GPS travails in Belgium

By Nancy Norberg
This item appears on page 17 of the November 2013 issue.

For our 10 days in Belgium, May 2-11, 2012, my husband, Ed, and I decided to buy our own GPS, a Garmin nuvi255 for $160, rather than opt for one (for an extra $210) with our Budget rental car. We did have to load it with European maps for an extra $100, but, this way, we had something we could take home and use in the US. We dubbed the GPS, which had a female voice, “Jill.”

Traveling through Belgium, we saw a great deal of road construction. This shows a prospering economy, but many of these sites and road closings were not noted on the GPS system. On the outskirts of Aalst, Belgium, halfway between Ghent and Brussels, Jill kept telling us to go on roads that were closed or under construction, and “she” would not reprogram for an alternate route!

Since Aalst is not on the tourist path, I had corresponded many times with people at its tourism info office, Info Toerisme (Molenstraat 45, 9300 Aalst; phone 053 73 22 70 or email, and found them to be extremely helpful. I wanted to actually meet them and get road maps.

At the tourist office, we explained that we would like to travel some of the “gray” (secondary) roads shown on maps. I was told that with the introduction of GPS and mobile phones with map apps, maps were not being printed anymore!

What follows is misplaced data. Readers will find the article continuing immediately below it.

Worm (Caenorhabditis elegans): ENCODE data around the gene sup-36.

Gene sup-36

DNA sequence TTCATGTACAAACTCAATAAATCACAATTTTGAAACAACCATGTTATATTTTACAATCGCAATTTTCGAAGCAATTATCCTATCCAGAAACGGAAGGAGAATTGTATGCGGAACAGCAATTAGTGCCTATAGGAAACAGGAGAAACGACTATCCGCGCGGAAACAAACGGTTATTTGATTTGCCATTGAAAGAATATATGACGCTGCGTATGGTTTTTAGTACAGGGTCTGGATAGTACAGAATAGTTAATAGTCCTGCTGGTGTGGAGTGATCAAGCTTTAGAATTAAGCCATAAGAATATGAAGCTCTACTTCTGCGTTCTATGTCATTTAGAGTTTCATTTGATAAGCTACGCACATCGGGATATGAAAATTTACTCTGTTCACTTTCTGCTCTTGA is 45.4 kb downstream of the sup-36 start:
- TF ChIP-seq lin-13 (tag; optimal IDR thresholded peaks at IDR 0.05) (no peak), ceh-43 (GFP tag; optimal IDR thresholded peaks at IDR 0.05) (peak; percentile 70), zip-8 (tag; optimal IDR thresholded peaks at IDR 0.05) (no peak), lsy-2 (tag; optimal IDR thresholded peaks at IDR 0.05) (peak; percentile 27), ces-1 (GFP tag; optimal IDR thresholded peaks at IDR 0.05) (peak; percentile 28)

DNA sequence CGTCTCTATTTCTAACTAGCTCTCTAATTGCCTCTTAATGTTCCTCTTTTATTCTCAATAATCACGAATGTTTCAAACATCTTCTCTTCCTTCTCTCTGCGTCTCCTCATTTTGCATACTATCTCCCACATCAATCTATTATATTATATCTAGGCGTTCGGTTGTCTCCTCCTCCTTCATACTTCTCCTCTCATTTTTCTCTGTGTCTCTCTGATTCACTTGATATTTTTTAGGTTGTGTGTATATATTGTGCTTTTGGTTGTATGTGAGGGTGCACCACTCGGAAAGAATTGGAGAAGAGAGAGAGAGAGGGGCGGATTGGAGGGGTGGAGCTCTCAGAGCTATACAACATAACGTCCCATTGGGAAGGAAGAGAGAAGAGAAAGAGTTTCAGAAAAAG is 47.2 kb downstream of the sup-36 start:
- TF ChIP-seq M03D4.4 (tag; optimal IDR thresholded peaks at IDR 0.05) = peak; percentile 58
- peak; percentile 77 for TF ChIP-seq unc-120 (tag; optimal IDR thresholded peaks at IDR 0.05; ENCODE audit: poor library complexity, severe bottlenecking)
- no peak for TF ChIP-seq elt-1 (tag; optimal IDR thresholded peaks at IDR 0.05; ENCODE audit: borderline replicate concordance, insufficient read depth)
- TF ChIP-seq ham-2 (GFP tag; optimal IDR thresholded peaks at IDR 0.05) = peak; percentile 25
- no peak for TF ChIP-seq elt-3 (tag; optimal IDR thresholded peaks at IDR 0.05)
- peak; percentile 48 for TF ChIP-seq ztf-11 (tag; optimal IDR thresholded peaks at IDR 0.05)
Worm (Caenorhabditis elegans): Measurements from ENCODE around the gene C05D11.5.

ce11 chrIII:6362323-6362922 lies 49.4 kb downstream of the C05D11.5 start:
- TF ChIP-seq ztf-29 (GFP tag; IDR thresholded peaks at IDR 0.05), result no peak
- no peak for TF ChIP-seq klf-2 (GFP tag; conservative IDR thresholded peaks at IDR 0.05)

They did have some normal “tourist” maps and many booklets. They were in Dutch, and the staffer sat patiently with me explaining each area, circling it on the map and writing down the name of each of the villages so we could enter them into our GPS. 

While staying in Aalst, we would spend the rest of our time going on day trips to towns and villages, so it was with great excitement that we headed out to “take the gray roads.” Much to our dismay, as soon as we left the city limits, we lost the road on our GPS. I guess Jill doesn’t like gray roads!

 We frequently ended up on a back road with no idea where we were or which way to go. We made the best of it by programming Jill with JUST the next village. That worked. 

By the way, we learned that traveling back roads around Aalst on the weekend is not a good idea. We encountered a lot of bicyclists. At a lunch stop, we were told that every year since 1934, Aalst has hosted a famous cycle rally, and many teams use the roads for practice throughout the year. 


Mount Pleasant, SC